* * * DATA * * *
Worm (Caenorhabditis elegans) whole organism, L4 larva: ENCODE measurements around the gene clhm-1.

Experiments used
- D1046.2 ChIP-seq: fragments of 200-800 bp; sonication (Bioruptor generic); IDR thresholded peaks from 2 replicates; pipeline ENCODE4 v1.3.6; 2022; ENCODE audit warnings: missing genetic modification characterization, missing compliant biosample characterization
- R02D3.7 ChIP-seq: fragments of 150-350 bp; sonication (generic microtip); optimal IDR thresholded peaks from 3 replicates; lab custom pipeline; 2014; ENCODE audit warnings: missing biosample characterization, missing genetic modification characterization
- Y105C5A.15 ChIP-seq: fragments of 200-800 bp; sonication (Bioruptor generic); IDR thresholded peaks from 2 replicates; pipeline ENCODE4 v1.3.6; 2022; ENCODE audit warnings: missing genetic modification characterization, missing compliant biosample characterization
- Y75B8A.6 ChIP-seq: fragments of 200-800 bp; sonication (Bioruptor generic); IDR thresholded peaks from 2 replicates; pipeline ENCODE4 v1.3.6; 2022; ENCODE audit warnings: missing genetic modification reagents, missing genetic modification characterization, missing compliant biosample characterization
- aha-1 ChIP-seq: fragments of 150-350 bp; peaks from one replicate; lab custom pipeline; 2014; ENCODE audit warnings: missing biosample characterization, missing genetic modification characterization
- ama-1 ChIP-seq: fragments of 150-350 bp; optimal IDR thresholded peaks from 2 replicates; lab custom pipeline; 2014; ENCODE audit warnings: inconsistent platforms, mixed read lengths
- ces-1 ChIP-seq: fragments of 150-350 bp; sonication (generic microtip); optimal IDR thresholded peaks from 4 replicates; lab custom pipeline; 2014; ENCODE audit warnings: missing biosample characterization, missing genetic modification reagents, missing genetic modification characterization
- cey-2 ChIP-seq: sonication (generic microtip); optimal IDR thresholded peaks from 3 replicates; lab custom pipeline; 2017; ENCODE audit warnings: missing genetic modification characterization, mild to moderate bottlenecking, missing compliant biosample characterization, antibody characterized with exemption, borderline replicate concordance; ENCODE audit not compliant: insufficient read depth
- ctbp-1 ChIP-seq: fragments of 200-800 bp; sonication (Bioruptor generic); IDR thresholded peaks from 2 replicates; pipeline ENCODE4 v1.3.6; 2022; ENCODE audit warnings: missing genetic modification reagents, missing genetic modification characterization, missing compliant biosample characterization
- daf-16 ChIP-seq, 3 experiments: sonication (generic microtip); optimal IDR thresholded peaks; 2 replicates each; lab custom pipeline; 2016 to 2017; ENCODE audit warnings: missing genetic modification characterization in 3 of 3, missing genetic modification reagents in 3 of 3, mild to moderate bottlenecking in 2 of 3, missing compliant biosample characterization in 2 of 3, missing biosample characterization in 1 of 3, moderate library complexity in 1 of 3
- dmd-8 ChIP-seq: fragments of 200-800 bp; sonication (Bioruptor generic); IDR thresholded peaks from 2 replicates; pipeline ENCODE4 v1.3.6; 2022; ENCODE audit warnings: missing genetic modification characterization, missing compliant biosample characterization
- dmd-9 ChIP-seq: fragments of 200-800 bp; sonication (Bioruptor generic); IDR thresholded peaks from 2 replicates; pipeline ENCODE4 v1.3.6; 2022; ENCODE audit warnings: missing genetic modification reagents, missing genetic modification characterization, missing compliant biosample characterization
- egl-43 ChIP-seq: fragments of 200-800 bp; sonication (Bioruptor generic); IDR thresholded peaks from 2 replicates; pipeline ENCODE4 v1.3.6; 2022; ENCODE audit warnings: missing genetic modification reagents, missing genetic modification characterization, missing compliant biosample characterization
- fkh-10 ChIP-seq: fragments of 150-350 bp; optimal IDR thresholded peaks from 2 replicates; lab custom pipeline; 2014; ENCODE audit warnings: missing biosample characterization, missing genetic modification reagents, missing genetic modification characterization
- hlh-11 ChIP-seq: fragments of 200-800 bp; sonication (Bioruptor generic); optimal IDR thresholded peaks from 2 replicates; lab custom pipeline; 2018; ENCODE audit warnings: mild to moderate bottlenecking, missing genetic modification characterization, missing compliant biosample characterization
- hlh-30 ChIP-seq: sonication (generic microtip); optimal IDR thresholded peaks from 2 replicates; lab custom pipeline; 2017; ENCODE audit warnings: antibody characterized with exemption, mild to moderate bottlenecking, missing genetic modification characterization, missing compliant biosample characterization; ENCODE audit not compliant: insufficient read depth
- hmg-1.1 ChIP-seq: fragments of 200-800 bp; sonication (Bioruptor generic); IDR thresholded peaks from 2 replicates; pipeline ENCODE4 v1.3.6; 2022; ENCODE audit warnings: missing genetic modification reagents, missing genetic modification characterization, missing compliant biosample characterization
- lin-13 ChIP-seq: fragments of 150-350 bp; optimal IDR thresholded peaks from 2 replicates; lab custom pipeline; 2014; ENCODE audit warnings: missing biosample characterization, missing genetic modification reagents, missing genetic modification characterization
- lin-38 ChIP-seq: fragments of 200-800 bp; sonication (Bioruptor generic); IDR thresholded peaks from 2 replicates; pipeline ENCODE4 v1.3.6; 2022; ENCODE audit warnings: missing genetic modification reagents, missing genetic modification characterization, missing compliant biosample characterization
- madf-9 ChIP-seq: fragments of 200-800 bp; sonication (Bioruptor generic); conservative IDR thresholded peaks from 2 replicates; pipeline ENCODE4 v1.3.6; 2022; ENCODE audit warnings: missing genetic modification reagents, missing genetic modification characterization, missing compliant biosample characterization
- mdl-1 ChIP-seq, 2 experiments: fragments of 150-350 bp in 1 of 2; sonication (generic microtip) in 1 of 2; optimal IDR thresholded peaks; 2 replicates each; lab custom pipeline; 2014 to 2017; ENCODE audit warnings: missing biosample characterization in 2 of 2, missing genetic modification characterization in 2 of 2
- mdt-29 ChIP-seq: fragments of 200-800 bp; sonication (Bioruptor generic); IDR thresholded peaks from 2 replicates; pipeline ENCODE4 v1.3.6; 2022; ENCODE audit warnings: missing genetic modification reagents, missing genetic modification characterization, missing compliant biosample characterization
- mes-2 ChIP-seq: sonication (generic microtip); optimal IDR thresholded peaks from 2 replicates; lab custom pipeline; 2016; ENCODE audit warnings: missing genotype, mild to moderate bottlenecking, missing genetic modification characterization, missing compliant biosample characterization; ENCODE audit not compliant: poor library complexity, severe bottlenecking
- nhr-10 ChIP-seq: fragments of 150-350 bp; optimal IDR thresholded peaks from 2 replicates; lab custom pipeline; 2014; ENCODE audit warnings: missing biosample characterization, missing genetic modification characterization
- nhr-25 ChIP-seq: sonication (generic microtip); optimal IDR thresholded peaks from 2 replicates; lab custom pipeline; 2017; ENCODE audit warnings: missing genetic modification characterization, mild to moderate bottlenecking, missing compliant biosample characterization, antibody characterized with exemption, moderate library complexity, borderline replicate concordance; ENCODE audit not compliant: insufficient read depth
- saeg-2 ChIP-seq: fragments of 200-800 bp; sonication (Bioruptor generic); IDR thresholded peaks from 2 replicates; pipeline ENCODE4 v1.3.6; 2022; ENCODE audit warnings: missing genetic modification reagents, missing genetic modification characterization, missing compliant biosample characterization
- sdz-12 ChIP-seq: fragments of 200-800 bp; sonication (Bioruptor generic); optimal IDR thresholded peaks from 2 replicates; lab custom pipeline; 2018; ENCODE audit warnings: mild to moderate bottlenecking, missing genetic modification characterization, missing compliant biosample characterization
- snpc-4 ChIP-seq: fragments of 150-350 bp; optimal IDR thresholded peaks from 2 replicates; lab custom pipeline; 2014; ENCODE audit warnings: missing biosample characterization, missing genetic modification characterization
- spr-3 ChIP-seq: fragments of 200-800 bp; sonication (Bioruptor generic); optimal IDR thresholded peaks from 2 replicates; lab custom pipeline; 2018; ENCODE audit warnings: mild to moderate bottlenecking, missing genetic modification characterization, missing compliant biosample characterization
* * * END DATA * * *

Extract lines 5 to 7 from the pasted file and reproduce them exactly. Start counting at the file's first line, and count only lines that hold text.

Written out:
- Y105C5A.15 ChIP-seq: fragments of 200-800 bp; sonication (Bioruptor generic); IDR thresholded peaks from 2 replicates; pipeline ENCODE4 v1.3.6; 2022; ENCODE audit warnings: missing genetic modification characterization, missing compliant biosample characterization
- Y75B8A.6 ChIP-seq: fragments of 200-800 bp; sonication (Bioruptor generic); IDR thresholded peaks from 2 replicates; pipeline ENCODE4 v1.3.6; 2022; ENCODE audit warnings: missing genetic modification reagents, missing genetic modification characterization, missing compliant biosample characterization
- aha-1 ChIP-seq: fragments of 150-350 bp; peaks from one replicate; lab custom pipeline; 2014; ENCODE audit warnings: missing biosample characterization, missing genetic modification characterization